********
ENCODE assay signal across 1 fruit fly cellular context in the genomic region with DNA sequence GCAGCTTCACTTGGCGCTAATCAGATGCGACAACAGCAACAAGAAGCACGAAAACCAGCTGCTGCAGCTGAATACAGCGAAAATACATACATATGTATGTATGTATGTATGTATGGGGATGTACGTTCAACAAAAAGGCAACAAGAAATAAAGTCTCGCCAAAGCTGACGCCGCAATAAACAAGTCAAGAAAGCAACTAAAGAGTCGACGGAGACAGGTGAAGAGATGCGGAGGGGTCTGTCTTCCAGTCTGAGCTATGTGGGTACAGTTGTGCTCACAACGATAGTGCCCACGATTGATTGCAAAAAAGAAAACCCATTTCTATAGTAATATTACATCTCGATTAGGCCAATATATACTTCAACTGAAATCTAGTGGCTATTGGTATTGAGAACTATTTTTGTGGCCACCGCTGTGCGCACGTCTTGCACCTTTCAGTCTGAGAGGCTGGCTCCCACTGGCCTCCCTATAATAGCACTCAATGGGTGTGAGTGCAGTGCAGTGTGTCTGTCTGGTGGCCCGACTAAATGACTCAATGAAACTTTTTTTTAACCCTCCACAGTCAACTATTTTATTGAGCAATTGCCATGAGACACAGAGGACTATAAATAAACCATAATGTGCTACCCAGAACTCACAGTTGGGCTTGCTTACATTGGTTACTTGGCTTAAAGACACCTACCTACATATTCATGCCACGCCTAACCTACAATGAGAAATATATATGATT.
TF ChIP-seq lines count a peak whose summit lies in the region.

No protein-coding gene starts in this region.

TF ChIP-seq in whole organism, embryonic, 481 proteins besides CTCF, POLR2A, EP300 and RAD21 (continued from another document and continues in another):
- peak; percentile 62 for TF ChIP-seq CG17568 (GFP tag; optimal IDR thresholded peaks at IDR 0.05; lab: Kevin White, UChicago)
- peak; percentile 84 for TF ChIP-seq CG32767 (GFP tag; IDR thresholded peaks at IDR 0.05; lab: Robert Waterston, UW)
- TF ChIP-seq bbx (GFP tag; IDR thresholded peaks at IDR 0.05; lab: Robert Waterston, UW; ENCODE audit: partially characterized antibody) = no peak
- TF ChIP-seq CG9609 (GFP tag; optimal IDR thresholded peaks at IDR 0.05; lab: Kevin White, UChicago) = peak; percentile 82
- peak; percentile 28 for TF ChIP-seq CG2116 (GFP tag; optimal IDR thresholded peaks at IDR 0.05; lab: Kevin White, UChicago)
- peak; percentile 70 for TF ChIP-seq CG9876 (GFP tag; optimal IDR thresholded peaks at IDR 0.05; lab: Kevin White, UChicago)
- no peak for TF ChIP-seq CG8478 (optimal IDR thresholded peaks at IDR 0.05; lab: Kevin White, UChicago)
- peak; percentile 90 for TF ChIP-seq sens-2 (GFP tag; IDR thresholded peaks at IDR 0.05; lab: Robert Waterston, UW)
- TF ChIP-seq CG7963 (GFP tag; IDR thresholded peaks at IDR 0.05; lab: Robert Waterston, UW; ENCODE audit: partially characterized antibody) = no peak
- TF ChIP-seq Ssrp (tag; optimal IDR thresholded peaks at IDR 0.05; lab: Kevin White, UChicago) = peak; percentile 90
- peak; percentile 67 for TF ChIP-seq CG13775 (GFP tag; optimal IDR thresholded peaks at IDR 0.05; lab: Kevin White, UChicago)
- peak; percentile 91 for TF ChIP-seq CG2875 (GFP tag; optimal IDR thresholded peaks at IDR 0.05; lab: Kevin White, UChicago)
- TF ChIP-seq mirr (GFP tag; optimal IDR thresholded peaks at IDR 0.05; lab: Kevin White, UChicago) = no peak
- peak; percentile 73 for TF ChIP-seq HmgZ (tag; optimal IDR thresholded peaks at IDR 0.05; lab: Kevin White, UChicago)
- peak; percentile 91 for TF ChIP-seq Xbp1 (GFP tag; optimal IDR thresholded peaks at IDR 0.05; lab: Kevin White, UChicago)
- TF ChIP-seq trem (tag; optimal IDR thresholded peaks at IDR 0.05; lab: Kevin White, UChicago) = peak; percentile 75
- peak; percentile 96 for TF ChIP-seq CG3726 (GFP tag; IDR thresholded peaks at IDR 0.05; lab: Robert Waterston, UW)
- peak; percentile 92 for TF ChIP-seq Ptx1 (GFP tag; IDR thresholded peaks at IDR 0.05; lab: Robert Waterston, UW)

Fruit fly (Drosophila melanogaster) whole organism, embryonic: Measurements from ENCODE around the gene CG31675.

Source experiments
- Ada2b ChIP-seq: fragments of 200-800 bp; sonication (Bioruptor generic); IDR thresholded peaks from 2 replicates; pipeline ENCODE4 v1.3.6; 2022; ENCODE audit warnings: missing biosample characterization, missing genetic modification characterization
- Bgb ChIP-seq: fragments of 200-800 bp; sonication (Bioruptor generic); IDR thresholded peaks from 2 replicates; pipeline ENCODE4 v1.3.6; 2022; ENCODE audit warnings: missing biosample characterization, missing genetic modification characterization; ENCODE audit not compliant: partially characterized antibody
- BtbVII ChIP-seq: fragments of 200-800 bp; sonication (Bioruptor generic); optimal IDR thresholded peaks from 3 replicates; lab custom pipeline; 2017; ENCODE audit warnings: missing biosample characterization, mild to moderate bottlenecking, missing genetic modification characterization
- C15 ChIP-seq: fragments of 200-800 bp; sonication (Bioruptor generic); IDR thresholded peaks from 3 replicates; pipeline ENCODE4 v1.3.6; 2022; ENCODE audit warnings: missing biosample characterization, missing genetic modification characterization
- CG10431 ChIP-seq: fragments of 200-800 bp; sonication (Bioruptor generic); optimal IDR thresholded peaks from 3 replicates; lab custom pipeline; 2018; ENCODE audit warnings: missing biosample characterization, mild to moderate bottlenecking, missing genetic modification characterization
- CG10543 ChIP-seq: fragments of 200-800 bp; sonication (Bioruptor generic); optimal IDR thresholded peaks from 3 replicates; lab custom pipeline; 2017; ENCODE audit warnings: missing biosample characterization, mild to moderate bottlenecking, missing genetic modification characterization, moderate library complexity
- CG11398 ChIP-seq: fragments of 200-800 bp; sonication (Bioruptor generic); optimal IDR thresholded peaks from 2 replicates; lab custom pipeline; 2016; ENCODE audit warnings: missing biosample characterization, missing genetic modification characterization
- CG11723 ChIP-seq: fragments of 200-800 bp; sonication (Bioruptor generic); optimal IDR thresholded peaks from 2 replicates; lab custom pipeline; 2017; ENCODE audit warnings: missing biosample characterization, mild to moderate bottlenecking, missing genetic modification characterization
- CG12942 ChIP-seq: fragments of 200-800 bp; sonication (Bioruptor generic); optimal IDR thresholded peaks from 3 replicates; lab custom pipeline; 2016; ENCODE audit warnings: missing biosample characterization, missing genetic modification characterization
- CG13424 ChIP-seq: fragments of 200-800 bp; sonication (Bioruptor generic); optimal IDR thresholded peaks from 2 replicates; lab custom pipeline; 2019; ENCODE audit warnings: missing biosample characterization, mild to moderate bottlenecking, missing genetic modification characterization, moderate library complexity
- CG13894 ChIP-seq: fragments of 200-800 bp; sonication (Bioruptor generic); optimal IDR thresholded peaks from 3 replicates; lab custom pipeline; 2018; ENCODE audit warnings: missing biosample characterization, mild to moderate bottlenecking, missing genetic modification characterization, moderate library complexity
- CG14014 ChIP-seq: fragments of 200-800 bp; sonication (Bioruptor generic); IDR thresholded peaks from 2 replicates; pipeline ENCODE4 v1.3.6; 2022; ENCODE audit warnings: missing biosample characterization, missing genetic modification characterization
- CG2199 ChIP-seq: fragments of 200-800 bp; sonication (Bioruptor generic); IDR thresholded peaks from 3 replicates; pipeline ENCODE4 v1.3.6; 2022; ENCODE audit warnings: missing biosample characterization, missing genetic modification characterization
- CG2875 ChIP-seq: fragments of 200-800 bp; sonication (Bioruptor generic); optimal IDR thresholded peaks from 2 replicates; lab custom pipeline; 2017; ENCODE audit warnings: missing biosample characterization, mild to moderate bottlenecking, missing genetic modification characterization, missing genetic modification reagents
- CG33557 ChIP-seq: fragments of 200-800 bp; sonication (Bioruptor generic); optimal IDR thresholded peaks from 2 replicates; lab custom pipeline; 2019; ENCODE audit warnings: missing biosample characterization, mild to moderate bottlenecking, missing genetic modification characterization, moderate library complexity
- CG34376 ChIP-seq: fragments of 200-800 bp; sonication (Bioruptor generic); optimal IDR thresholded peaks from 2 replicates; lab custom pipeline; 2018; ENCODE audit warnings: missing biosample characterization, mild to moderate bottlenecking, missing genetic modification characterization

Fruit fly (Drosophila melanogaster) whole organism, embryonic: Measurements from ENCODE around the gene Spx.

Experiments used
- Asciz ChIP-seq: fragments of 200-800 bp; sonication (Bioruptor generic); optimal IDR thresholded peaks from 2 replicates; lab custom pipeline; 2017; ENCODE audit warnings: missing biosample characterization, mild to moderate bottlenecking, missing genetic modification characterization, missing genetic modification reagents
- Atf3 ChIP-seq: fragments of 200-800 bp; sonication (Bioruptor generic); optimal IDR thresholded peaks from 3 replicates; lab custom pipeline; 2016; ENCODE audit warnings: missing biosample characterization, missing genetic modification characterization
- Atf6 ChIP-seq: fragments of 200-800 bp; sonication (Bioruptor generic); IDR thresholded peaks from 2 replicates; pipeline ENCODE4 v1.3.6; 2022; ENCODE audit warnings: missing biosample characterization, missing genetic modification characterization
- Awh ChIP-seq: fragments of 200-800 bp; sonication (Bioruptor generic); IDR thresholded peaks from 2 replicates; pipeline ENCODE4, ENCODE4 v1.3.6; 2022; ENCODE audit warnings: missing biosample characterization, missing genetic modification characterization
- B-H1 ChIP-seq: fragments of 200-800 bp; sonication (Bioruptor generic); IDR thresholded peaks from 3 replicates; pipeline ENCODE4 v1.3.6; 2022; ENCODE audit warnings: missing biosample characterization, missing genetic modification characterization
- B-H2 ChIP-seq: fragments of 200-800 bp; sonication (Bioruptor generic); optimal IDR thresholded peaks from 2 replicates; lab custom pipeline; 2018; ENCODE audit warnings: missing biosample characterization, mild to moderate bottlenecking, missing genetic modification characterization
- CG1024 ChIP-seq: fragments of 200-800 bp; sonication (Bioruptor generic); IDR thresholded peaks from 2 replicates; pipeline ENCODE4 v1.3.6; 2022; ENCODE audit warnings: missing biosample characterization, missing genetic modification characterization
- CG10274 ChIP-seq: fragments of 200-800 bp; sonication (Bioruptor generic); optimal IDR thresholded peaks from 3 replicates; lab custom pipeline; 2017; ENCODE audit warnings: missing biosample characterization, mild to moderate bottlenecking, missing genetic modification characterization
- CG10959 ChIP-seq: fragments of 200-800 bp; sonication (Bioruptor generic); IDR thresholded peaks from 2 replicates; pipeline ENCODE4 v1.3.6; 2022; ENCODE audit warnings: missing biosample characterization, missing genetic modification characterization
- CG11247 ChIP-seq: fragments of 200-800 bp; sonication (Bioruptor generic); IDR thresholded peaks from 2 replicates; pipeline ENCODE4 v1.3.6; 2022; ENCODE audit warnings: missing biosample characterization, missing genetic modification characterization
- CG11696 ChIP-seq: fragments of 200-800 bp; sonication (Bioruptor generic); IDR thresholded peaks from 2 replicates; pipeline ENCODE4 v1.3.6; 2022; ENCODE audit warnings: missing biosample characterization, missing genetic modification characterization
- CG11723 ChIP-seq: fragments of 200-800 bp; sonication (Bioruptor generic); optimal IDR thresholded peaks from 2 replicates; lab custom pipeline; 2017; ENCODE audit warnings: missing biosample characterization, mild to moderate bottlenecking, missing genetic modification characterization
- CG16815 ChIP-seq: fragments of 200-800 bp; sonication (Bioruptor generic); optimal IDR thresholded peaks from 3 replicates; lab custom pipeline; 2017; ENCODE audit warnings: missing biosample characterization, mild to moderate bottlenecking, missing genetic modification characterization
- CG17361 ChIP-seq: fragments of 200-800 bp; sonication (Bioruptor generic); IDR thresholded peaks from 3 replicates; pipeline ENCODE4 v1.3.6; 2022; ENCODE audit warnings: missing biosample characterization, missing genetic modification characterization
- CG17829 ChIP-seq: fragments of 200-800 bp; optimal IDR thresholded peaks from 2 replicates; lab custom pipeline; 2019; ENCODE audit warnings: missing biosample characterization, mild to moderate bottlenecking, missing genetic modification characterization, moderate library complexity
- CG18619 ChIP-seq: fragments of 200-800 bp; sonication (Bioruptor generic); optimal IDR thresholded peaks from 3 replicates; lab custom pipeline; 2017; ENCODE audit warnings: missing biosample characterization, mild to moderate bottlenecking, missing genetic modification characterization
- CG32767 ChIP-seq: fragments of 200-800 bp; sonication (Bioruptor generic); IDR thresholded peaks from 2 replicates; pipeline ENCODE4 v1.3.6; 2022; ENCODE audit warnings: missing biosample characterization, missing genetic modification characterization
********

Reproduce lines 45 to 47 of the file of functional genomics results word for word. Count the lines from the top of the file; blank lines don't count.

- Atf6 ChIP-seq: fragments of 200-800 bp; sonication (Bioruptor generic); IDR thresholded peaks from 2 replicates; pipeline ENCODE4 v1.3.6; 2022; ENCODE audit warnings: missing biosample characterization, missing genetic modification characterization
- Awh ChIP-seq: fragments of 200-800 bp; sonication (Bioruptor generic); IDR thresholded peaks from 2 replicates; pipeline ENCODE4, ENCODE4 v1.3.6; 2022; ENCODE audit warnings: missing biosample characterization, missing genetic modification characterization
- B-H1 ChIP-seq: fragments of 200-800 bp; sonication (Bioruptor generic); IDR thresholded peaks from 3 replicates; pipeline ENCODE4 v1.3.6; 2022; ENCODE audit warnings: missing biosample characterization, missing genetic modification characterization